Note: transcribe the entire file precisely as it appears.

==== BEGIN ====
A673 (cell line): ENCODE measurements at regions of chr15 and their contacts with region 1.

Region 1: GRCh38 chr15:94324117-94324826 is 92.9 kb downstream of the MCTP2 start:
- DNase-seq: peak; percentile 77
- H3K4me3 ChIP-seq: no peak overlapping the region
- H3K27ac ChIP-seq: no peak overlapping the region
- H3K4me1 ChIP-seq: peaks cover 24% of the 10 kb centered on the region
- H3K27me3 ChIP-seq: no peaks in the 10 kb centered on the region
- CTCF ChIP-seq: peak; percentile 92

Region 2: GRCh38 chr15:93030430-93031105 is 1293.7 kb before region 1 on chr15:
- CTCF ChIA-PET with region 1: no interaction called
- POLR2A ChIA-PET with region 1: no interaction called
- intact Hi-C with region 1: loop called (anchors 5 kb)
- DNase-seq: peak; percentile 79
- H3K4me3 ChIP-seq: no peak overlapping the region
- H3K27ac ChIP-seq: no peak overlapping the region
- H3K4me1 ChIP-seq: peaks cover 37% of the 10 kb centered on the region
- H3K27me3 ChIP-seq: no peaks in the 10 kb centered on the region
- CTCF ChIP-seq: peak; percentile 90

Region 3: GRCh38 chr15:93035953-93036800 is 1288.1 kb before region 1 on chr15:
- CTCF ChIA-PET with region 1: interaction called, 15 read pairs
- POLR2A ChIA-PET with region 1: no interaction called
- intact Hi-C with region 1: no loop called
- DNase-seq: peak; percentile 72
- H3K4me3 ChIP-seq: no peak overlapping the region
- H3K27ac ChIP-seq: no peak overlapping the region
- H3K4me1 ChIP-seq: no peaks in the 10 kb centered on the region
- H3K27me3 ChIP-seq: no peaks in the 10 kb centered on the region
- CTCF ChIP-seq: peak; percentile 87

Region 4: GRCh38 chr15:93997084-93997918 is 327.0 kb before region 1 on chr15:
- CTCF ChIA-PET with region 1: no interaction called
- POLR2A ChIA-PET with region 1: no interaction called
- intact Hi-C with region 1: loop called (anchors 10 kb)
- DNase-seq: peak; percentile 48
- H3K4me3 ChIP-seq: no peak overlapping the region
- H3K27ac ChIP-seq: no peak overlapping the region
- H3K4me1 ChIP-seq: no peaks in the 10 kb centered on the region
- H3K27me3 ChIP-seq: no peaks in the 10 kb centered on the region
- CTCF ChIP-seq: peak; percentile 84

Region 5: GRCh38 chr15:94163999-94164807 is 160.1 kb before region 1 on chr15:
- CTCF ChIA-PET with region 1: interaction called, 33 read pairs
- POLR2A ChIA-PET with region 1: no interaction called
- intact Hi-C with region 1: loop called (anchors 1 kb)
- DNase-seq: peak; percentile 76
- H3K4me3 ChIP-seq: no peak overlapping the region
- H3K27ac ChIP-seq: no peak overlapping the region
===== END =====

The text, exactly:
A673 (cell line): ENCODE measurements at regions of chr15 and their contacts with region 1.

Region 1: GRCh38 chr15:94324117-94324826 is 92.9 kb downstream of the MCTP2 start:
- DNase-seq: peak; percentile 77
- H3K4me3 ChIP-seq: no peak overlapping the region
- H3K27ac ChIP-seq: no peak overlapping the region
- H3K4me1 ChIP-seq: peaks cover 24% of the 10 kb centered on the region
- H3K27me3 ChIP-seq: no peaks in the 10 kb centered on the region
- CTCF ChIP-seq: peak; percentile 92

Region 2: GRCh38 chr15:93030430-93031105 is 1293.7 kb before region 1 on chr15:
- CTCF ChIA-PET with region 1: no interaction called
- POLR2A ChIA-PET with region 1: no interaction called
- intact Hi-C with region 1: loop called (anchors 5 kb)
- DNase-seq: peak; percentile 79
- H3K4me3 ChIP-seq: no peak overlapping the region
- H3K27ac ChIP-seq: no peak overlapping the region
- H3K4me1 ChIP-seq: peaks cover 37% of the 10 kb centered on the region
- H3K27me3 ChIP-seq: no peaks in the 10 kb centered on the region
- CTCF ChIP-seq: peak; percentile 90

Region 3: GRCh38 chr15:93035953-93036800 is 1288.1 kb before region 1 on chr15:
- CTCF ChIA-PET with region 1: interaction called, 15 read pairs
- POLR2A ChIA-PET with region 1: no interaction called
- intact Hi-C with region 1: no loop called
- DNase-seq: peak; percentile 72
- H3K4me3 ChIP-seq: no peak overlapping the region
- H3K27ac ChIP-seq: no peak overlapping the region
- H3K4me1 ChIP-seq: no peaks in the 10 kb centered on the region
- H3K27me3 ChIP-seq: no peaks in the 10 kb centered on the region
- CTCF ChIP-seq: peak; percentile 87

Region 4: GRCh38 chr15:93997084-93997918 is 327.0 kb before region 1 on chr15:
- CTCF ChIA-PET with region 1: no interaction called
- POLR2A ChIA-PET with region 1: no interaction called
- intact Hi-C with region 1: loop called (anchors 10 kb)
- DNase-seq: peak; percentile 48
- H3K4me3 ChIP-seq: no peak overlapping the region
- H3K27ac ChIP-seq: no peak overlapping the region
- H3K4me1 ChIP-seq: no peaks in the 10 kb centered on the region
- H3K27me3 ChIP-seq: no peaks in the 10 kb centered on the region
- CTCF ChIP-seq: peak; percentile 84

Region 5: GRCh38 chr15:94163999-94164807 is 160.1 kb before region 1 on chr15:
- CTCF ChIA-PET with region 1: interaction called, 33 read pairs
- POLR2A ChIA-PET with region 1: no interaction called
- intact Hi-C with region 1: loop called (anchors 1 kb)
- DNase-seq: peak; percentile 76
- H3K4me3 ChIP-seq: no peak overlapping the region
- H3K27ac ChIP-seq: no peak overlapping the region